Long Island towns are exploring new avenues to address the sale of marijuana, including possibly putting the matter on the ballot in November.
Town supervisors from Nassau and Suffolk counties, along with leaders from the cities of Glen Cove and Long Beach, met virtually on May 5 to once again hash out how they would address the new state law legalizing recreational marijuana.
Officials had met a month prior but could not reach a consensus on whether they would fully participate.
Under the law, which passed in March, a municipality cannot prohibit residents from consuming or growing marijuana but can opt out or regulate retail sales and consumption sites. If opting out, a municipality must pass a law by Dec. 31 stating its intention to do so. A municipality that opts out can opt in at a later date.
If a town or village opts out, a permissive referendum to reverse that decision can be held if residents collect signatures from at least 10% of the total votes cast in the municipality for governor in the last election.
During the meeting, supervisors from Southold and Southampton discussed towns opting out then directly putting a referendum on the ballot for November, bypassing the petition.
"There’s some question as to whether we as towns could legally do that," said Rich Schaffer, Babylon Town supervisor and chair of the Suffolk County Town Supervisors Association. "We’re going to get a final determination from the state attorney general’s office."
What to know
- New York’s law legalizing recreational marijuana allows municipalities to opt-in or out of retail stores and consumption sites.
- Municipalities have until Dec. 31 to pass a law if opting out.
- A municipality cannot prohibit residents from consuming or growing marijuana.
- Municipalities can regulate where retail stores and consumption sites are located.
Southampton Town Supervisor Jay Schneiderman says he is not sure what direction his town board will take but that he feels putting it on the ballot is "the most democratic way to approach the issue."
What he doesn’t like is the idea of forcing residents to collect thousands of signatures during a pandemic.
"People are still rightfully nervous about interacting with people they don’t know," he said. "We don’t want to create a superspreader event with a petition drive."
Southold Supervisor Scott Russell in an email called the issue "a pretty substantial public policy decision" that shouldn’t be decided "by a few members on a Town Board but, rather, the whole community."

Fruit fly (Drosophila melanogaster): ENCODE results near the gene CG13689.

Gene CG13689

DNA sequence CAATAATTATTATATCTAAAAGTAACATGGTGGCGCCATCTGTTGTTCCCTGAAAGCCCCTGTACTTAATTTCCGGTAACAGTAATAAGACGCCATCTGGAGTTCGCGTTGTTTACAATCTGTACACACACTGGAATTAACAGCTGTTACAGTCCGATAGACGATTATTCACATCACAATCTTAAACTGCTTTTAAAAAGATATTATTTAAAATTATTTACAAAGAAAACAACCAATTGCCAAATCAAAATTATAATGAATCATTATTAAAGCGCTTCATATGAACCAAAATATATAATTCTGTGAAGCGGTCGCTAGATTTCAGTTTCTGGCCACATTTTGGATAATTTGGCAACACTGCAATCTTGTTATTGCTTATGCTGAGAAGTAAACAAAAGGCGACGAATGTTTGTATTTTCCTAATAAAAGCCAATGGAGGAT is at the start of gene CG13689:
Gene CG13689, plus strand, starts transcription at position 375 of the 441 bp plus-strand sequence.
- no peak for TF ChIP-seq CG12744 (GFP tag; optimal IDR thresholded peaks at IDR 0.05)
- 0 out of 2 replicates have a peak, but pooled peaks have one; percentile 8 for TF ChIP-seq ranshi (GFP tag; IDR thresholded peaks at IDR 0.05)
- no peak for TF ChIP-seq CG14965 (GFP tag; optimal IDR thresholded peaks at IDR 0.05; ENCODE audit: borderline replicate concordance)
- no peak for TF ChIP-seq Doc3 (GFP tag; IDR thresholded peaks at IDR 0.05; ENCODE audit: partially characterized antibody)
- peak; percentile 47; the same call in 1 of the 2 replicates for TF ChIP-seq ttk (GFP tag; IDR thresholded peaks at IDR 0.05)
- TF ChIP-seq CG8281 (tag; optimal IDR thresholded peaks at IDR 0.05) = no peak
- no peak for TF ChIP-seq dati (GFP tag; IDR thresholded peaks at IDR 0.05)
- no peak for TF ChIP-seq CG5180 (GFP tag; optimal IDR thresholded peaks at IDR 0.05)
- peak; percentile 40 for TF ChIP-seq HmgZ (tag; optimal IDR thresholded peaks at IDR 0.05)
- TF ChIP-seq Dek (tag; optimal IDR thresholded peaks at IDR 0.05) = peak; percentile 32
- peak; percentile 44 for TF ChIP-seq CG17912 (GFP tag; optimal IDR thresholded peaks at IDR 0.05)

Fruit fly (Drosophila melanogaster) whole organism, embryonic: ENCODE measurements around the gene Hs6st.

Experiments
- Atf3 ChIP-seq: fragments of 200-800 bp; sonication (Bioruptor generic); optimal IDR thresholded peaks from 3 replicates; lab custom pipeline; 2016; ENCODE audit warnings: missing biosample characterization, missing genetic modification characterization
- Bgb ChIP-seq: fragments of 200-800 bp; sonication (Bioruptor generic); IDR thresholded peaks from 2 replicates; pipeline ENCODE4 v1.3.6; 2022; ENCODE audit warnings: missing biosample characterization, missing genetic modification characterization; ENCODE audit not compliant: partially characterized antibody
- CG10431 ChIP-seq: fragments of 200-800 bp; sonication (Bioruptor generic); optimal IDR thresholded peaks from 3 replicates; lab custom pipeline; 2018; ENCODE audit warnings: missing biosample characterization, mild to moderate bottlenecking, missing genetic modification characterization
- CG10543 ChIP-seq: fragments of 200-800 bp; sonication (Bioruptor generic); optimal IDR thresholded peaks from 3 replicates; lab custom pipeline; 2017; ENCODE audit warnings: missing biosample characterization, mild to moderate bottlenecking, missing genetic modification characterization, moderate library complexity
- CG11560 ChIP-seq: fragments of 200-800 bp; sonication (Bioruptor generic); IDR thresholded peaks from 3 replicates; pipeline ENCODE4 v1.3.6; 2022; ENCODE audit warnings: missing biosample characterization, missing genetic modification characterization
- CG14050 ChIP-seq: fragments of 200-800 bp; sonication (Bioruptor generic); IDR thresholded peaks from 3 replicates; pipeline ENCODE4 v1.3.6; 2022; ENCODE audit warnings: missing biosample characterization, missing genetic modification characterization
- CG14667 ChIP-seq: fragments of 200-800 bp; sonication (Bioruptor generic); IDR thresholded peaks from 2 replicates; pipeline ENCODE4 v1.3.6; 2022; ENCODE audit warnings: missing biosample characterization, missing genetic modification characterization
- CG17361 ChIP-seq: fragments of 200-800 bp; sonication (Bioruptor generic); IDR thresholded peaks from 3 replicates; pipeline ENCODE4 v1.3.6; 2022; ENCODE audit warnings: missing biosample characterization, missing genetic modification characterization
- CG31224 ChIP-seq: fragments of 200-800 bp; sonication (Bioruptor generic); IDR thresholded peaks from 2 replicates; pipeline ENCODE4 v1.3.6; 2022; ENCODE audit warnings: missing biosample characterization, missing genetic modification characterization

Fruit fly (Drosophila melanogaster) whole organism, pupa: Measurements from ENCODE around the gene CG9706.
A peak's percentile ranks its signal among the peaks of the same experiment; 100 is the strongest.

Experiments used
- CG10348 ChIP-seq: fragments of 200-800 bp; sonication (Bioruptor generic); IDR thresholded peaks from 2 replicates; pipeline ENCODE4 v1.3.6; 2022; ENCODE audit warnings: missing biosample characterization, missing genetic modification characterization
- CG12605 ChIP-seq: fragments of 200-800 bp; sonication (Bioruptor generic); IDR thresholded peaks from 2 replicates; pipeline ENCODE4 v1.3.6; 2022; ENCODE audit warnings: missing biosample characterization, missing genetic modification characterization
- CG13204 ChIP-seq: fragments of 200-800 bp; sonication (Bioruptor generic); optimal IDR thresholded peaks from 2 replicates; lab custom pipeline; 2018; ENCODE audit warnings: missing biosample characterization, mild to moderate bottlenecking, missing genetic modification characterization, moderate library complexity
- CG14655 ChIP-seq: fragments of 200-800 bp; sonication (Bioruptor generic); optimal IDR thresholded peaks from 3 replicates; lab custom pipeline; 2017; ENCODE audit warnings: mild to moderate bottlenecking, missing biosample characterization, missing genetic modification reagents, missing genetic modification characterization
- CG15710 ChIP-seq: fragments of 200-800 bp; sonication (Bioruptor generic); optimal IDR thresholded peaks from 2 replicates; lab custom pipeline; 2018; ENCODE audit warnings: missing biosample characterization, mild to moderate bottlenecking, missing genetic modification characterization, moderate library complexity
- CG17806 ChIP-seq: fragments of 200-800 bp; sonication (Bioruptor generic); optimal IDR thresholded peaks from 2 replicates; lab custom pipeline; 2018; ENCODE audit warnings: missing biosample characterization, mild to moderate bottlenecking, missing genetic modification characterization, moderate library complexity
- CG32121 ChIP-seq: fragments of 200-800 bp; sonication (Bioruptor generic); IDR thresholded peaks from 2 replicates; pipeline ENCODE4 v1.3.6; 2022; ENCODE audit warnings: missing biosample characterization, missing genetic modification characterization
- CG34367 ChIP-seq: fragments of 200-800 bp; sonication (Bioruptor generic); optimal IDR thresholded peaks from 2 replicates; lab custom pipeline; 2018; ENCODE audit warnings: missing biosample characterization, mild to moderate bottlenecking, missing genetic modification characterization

State Assemb. Fred Thiele (I-Sag Harbor) says the law is "fuzzy" on whether towns have the right to directly place a referendum on the ballot. Last week Thiele and state Sen. Jim Gaughran (D-Northport) introduced legislation that Thiele said would amend the law and "remove all doubt" that referendums can be put on a ballot without a resident petition drive.
If given the green light by the state, towns would have to work fast to get a referendum on the ballot, as it has to be submitted 90 days before Election Day, Schaffer said.
In the meantime, some municipalities are drafting legislation to restrict marijuana stores and consumption sites to industrial areas, Schaffer said. Schneiderman said that too should be debated.
"Do we treat it like something we want to hide, sweep it under the rug, or do you treat it like New York State is treating it, sort of like alcohol and cigarettes?" he said. Relegating stores to industrial areas "stigmatizes the users in a particular way that I don’t think is helpful," he said.
"If it’s going to be legal for sale, I don’t think I would relegate it to the darkest recesses of the town," Schneiderman said.
Schaffer said he was "still doing some research" on the topic and as part of that, Babylon Town is reaching out to states that haves legalized recreational marijuana, such as Massachusetts. The town also has launched an online poll to gauge residents opinions. Southampton has its own marijuana survey on the town website.
In less than two weeks, Babylon had received about 250 responses, with the opt-ins leading so far.
"All of them have been very opinionated one way or another," Schaffer said. "Some of the comments have given good suggestions on how we can implement it … so it’s a great educational tool for me."